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Bird Streets - Lagoon (Sparkle Plenty/Deko)

1 November 2022

Under the name Bird Streets, well-traveled singer, songwriter and pop maestro John Brodeur made one of the best rock debuts in a long time with 2018’s self-titled LP. While that record found Brodeur working as a duo with Jason Falkner, here the auteur expands his base of worker bees, recruiting producers Patrick Sansone (Wilco, the Autumn Defense), Michael Lockwood (Fiona Apple, Lions & Ghosts) and the team of Zach Jones and Oscar Albis Rodriguez, plus John Davis (Superdrag), Ed Harcourt, Aimee Mann and legendary Big Star drummer Jody Stephens as sessioneers.

But Lagoon is no guest star-laden tilt-a-whirl – it’s Brodeur’s vision through and through. Apparently working through some issues – a divorce, depression, the realization that conquering addiction doesn’t automatically make everything better – the writer creates a song cycle concerning the use of art to stave off the demons. “Sleeper Agent” begins with the naked honesty of “I gotta tell you/I’m kind of a mess,” and the rest of the record lays out both the many ways in which it’s true, and how best he’s dealing with it. “I broke my heart/Here’s the document” he sings on the quiet “The Document,” and it’s less a confession than a taking of responsibility. Anger (self-directed?) overcomes the rocking “Ambulance,” while regret suffuses the folky “Unkind.” The self-loathing of the intimate “Burnout” and the precarious self-reflection of the baroque “Disappearing Act” show understanding that hard-won sobriety doesn’t translate to peace, no matter how well-deserved.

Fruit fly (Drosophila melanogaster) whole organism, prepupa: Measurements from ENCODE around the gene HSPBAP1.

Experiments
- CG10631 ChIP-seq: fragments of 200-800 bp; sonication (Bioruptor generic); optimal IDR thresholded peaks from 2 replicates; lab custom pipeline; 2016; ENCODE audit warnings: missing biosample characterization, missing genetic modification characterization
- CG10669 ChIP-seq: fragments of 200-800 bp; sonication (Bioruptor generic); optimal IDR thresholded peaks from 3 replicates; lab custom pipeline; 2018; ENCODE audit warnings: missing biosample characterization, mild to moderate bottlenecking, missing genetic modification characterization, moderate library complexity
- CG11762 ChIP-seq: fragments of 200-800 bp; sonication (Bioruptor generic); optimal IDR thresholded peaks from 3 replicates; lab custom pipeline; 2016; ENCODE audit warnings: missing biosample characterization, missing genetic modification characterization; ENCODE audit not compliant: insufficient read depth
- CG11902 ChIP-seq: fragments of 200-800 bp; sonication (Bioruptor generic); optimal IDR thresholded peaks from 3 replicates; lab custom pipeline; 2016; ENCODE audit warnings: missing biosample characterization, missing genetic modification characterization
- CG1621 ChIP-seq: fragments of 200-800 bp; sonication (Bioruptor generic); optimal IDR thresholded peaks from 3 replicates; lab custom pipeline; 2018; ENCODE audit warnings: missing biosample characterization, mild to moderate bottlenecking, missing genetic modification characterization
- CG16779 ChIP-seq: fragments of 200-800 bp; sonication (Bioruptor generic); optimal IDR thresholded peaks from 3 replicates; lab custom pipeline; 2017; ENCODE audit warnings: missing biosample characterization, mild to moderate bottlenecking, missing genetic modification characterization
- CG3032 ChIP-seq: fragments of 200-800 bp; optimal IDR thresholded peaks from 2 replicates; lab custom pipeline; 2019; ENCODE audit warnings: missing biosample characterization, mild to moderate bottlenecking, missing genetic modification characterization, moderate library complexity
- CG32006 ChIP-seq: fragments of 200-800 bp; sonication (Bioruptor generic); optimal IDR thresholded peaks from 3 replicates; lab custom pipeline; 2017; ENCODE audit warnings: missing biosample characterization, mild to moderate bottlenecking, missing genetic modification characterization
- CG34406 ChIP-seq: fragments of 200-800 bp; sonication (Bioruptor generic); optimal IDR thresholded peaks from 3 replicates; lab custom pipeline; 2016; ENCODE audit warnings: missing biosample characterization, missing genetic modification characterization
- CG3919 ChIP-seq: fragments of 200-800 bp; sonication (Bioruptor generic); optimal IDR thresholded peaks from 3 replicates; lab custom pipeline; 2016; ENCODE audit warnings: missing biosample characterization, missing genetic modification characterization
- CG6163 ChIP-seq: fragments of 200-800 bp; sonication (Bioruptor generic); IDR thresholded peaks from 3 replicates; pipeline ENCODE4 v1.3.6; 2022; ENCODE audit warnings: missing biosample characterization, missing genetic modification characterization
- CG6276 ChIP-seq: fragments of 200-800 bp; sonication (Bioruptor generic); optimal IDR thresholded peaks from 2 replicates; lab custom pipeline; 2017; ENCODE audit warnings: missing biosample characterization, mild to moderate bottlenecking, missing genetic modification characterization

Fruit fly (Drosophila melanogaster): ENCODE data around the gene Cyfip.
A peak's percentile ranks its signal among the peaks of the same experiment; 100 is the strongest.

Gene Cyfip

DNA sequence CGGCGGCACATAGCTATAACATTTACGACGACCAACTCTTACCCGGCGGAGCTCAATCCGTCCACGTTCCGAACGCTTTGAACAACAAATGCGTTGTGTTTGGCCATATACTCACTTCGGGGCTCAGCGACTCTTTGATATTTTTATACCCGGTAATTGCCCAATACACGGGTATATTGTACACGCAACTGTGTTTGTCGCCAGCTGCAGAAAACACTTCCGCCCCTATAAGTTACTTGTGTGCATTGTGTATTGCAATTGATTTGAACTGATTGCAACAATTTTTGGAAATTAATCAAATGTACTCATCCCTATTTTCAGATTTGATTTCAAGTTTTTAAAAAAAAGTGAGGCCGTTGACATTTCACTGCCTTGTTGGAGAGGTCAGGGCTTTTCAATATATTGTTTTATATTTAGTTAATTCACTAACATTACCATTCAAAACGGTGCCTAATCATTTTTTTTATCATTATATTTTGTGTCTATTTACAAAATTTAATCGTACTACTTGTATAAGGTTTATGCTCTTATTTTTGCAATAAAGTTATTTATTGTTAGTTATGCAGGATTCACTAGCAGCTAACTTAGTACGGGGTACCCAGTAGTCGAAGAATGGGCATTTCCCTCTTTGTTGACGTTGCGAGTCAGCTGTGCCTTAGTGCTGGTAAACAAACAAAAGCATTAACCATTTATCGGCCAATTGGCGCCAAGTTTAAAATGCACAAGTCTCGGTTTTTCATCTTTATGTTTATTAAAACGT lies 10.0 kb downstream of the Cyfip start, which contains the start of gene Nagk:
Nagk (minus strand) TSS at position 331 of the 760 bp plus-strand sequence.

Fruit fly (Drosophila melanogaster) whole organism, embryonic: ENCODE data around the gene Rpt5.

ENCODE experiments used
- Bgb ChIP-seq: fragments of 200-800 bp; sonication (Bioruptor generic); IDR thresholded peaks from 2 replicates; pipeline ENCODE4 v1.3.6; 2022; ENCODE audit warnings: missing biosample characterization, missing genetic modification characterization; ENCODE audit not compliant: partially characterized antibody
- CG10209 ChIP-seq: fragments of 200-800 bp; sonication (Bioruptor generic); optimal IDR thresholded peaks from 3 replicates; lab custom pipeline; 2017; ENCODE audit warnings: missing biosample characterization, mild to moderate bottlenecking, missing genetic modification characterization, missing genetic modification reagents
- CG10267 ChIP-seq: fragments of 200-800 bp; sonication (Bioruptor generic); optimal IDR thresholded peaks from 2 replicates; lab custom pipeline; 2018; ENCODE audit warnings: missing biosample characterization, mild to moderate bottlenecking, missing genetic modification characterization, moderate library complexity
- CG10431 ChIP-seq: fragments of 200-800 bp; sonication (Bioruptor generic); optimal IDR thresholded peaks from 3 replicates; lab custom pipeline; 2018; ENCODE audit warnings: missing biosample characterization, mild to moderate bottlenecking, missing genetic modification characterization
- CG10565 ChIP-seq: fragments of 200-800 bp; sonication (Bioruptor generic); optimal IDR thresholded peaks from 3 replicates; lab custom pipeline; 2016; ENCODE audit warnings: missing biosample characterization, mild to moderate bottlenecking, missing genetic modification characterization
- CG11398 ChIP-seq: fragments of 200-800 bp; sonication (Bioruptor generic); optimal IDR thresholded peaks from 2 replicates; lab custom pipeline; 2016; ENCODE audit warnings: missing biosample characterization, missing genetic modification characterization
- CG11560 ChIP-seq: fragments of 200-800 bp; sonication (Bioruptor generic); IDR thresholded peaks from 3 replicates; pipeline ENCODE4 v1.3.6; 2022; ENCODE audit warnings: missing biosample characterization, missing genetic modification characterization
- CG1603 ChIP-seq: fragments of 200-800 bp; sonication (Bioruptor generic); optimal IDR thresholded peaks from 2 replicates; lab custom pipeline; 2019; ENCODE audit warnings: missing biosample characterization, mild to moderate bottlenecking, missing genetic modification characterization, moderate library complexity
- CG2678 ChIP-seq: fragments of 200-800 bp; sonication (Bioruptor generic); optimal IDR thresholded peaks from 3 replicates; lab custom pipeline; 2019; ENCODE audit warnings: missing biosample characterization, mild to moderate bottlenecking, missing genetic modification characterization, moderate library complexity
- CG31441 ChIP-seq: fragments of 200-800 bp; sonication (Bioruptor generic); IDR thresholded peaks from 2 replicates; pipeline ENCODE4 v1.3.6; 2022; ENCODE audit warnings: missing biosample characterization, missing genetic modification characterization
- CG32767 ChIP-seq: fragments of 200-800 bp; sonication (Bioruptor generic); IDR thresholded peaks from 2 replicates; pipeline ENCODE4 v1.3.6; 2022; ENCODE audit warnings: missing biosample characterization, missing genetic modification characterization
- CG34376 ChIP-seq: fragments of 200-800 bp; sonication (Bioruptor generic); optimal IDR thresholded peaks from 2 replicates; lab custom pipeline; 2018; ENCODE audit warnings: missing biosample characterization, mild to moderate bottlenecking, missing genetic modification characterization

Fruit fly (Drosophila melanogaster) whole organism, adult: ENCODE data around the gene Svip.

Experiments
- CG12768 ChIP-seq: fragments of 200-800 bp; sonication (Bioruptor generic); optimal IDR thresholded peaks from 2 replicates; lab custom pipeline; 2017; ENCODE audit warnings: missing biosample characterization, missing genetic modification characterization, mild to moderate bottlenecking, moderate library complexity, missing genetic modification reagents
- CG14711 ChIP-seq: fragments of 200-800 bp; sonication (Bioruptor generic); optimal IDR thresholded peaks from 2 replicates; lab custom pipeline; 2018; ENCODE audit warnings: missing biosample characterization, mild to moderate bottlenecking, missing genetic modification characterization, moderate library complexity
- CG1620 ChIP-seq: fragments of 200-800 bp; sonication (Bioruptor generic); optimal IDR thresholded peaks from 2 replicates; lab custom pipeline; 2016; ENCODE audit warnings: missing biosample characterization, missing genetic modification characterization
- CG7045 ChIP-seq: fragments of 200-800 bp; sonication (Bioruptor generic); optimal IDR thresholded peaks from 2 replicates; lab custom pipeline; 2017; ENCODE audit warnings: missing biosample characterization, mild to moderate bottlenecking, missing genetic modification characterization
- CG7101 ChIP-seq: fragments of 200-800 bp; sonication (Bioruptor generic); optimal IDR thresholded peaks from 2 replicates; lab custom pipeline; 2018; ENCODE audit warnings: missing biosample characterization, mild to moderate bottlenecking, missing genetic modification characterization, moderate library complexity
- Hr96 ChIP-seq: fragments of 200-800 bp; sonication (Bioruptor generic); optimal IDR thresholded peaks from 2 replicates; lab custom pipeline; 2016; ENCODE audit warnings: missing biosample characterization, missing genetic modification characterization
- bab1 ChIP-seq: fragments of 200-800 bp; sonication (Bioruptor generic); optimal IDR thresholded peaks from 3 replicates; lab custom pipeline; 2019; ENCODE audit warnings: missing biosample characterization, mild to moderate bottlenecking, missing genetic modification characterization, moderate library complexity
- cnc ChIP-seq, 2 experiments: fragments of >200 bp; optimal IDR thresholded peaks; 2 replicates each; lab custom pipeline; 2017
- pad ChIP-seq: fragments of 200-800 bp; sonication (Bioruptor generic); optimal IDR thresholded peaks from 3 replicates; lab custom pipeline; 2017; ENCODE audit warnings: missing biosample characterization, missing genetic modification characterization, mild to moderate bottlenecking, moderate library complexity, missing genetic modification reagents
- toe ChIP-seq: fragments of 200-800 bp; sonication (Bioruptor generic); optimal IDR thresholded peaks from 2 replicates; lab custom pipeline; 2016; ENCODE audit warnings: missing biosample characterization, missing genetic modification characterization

“I don’t wanna let you go, but/I don’t wanna let you down/And I don’t know how to let go” Brodeur admits on the psychedelic folk pop of “Let You Down,” and it’s that confusion that earmarks the emotional arc through which he puts himself for the sake of our entertainment. Disorientation doesn’t equal thoughtlessness, however, nor does it indicate a complete lack of wisdom. “No matter how much time has passed/I never know how long it’s gonna last” he notes at one point, which is the realization all of us come to on our journeys. Brodeur just expresses it more tunefully on Lagoon.